Lawmakers set to weigh impeachment charges in Congress against Donald Trump

Trump also pressured President Volodymyr Zelensky to investigate a "conspiracy theory" that it was Ukraine -- not Russia -- that interfered in the 2016 US election, to benefit the Democrats.

The next phase of impeachment begins Wednesday in the US Congress as lawmakers weigh charges against Donald Trump, after the high-stakes inquiry into the president detailed "overwhelming" evidence of abuse of power and obstruction.

Four constitutional scholars will testify before the House Judiciary Committee in the first of a series of hearings to establish the gravity of Trump's alleged crimes.

On Tuesday, congressional Democrats made a forceful case that Trump should be removed from office for abusing his powers by pressuring Ukraine for dirt on a Democratic election rival.

"The president placed his personal political interests above the national interests of the United States, sought to undermine the integrity of the US presidential election process and endangered US national security," said the final report on the House Intelligence Committee's probe, led by lawmaker Adam Schiff.

"President Trump and his senior officials may see nothing wrong with using the power of the office of the president to pressure a foreign country to help the president's reelection campaign," it said.

"However, the Founding Fathers prescribed a remedy for a chief executive who places his personal interests above those of the country: impeachment."

The report is expected to form the basis for the Judiciary Committee to draw up formal charges -- articles of impeachment -- that could include bribery, abuse of power, obstruction and contempt of Congress.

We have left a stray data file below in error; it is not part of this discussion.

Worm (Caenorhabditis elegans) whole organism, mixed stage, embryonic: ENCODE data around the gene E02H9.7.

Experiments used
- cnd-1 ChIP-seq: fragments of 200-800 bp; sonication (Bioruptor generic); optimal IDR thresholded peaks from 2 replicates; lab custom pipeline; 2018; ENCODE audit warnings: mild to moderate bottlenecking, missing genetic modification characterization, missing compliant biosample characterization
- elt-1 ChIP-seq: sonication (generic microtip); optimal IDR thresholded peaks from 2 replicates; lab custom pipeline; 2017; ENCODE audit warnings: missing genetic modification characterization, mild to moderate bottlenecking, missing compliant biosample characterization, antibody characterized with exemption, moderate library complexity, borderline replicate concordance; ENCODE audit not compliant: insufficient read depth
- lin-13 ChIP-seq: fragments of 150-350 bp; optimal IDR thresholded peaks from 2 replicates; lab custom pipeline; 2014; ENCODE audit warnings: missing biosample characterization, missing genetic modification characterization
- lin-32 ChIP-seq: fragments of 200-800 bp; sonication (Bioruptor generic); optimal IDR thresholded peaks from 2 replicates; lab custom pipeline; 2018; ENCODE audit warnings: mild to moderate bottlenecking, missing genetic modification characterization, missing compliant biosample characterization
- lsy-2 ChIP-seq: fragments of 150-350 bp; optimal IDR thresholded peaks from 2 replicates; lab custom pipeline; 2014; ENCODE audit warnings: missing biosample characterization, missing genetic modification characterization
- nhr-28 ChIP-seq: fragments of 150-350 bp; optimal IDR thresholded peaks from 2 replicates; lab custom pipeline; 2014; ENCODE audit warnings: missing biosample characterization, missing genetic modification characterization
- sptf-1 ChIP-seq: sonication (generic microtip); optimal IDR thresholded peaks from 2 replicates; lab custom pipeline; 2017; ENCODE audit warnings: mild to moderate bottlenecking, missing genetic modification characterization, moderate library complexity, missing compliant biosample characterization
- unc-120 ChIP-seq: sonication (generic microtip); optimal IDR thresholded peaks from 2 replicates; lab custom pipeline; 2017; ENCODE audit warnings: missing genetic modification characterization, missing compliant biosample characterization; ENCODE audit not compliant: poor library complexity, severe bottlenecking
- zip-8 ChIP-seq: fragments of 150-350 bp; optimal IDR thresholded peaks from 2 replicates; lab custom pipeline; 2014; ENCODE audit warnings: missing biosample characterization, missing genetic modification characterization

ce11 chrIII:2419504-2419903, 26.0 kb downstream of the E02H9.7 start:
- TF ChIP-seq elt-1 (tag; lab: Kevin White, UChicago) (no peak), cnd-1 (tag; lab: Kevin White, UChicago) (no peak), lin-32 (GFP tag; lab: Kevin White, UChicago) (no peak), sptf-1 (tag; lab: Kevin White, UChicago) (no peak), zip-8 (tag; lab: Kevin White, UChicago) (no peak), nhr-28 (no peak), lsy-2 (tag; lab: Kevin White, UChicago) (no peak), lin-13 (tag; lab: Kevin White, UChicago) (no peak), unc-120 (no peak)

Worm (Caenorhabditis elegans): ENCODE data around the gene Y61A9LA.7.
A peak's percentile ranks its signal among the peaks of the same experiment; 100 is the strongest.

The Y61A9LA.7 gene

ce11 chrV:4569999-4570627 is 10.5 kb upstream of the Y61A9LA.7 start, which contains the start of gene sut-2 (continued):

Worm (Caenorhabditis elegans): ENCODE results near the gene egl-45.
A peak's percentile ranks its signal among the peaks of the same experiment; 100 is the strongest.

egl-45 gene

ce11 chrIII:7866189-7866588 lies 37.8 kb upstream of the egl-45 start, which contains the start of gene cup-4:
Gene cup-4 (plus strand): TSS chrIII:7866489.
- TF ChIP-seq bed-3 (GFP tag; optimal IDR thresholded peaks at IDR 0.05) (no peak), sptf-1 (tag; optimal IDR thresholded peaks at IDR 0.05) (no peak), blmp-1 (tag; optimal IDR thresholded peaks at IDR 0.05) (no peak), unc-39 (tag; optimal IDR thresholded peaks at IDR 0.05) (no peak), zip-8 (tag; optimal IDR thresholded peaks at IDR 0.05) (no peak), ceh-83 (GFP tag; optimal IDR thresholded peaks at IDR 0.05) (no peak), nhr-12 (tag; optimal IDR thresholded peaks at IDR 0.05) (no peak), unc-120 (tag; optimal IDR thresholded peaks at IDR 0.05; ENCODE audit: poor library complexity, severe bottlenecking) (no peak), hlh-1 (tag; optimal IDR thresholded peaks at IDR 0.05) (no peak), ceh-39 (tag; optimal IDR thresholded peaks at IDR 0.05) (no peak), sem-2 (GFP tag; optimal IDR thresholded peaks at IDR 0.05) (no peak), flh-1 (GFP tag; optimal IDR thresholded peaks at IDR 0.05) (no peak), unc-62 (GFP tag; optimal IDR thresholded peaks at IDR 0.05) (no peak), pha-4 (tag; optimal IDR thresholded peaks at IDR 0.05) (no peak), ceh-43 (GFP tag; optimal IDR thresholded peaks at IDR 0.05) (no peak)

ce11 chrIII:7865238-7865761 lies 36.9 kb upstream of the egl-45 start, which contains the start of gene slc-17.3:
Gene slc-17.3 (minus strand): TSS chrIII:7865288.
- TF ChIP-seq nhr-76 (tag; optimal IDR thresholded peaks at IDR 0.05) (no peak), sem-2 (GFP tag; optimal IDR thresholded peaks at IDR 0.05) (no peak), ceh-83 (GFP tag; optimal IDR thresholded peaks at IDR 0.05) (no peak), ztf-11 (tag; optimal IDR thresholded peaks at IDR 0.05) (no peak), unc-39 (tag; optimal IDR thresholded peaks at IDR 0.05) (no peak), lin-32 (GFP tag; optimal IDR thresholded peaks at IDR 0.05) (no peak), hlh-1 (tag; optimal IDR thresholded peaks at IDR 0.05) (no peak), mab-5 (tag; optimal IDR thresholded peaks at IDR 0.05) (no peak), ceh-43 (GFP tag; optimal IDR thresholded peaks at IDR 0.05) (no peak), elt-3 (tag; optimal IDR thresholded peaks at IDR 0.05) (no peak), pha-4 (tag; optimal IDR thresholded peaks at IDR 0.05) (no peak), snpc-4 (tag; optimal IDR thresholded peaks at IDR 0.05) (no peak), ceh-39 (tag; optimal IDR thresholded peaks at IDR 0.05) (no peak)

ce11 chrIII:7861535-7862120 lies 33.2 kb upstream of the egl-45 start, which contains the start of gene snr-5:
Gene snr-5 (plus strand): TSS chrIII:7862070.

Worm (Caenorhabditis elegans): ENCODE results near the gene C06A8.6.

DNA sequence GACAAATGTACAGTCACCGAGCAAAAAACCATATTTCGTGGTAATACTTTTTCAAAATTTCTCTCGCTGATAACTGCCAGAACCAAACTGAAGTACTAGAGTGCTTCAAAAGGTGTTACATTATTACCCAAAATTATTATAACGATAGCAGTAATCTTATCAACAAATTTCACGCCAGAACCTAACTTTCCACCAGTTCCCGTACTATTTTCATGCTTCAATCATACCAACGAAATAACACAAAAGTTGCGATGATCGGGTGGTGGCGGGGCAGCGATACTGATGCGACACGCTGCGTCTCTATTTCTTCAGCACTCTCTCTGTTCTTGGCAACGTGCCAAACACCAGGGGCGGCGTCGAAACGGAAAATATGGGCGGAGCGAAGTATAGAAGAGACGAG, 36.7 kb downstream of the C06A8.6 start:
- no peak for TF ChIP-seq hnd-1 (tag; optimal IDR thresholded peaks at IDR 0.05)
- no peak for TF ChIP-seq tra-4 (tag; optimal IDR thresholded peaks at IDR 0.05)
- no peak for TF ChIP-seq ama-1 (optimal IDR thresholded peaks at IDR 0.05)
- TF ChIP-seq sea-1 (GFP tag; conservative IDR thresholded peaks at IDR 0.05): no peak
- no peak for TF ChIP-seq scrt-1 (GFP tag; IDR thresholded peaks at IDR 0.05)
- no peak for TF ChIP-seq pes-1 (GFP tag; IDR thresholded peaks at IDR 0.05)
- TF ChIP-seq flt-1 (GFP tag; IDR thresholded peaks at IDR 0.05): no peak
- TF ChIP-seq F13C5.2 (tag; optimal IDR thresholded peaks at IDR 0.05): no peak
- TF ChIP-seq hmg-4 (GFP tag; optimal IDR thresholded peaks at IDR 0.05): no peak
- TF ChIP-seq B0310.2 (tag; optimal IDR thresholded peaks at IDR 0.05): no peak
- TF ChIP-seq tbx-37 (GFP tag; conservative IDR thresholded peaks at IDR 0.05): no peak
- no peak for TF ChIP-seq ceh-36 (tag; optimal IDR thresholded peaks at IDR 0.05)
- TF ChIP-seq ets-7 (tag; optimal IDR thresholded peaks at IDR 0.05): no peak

Democrats reportedly aim to have the articles presented for a vote to the entire House of Representatives before Christmas on December 25.

If they pass as expected, Trump would then stand trial for removal in the Republican-controlled Senate, where he is expected to be exonerated. On Tuesday, White House spokeswoman Stephanie Grisham dismissed both the report and the impeachment process.

"At the end of a one-sided sham process, Chairman Schiff and the Democrats utterly failed to produce any evidence of wrongdoing by President Trump," she said in a statement.

The report mapped out a months-long scheme by Trump, his personal lawyer Rudy Giuliani and senior diplomats and White House staffers to pressure Ukraine's president into investigating Joe Biden, the current favorite to win the Democratic White House nomination in 2020.

Trump also pressured President Volodymyr Zelensky to investigate a "conspiracy theory" that it was Ukraine -- not Russia -- that interfered in the 2016 US election, to benefit the Democrats.

In both cases, the report said, Trump conditioned nearly $400 million in US military aid and a high-profile summit with Zelensky on Kiev opening the investigations, which Democrats have said amounts to bribery.

The report also makes a strong case for charges of obstruction against Trump, for refusing to provide documents to investigators, preventing witnesses from appearing and threatening some of those who did appear.

To counter Republican attacks on the impeachment process, Judiciary Committee chair Jerry Nadler has invited a mix of liberal and conservative constitutional scholars to testify Wednesday.

They include Noah Feldman of Harvard Law School, Pamela Karlan of Stanford Law School, Jonathan Turley of The George Washington University Law School and Michael Gerhardt from The University of North Carolina School of Law.

Turley, a conservative, has called Trump's behavior inappropriate but said Democrats need much more evidence to prove their case.

"Abuse of power is impeachable, but it is the most difficult of potential impeachment claims," he wrote on his website.

"If Democrats continue with their plan to impeach Trump by the end of December, they would be presenting the thinnest record and fastest impeachment investigation in history." Gerhardt told Slate that the allegations against the president appear impeachable.

However, he said, whatever the Constitution says, politics and public opinion are involved, especially with an election coming up next year.

The authors of the Constitution "thought that the American people would care about facts, the American people would largely become educated, and they would care about the Constitution," he said.

"And it's not entirely clear that they do.



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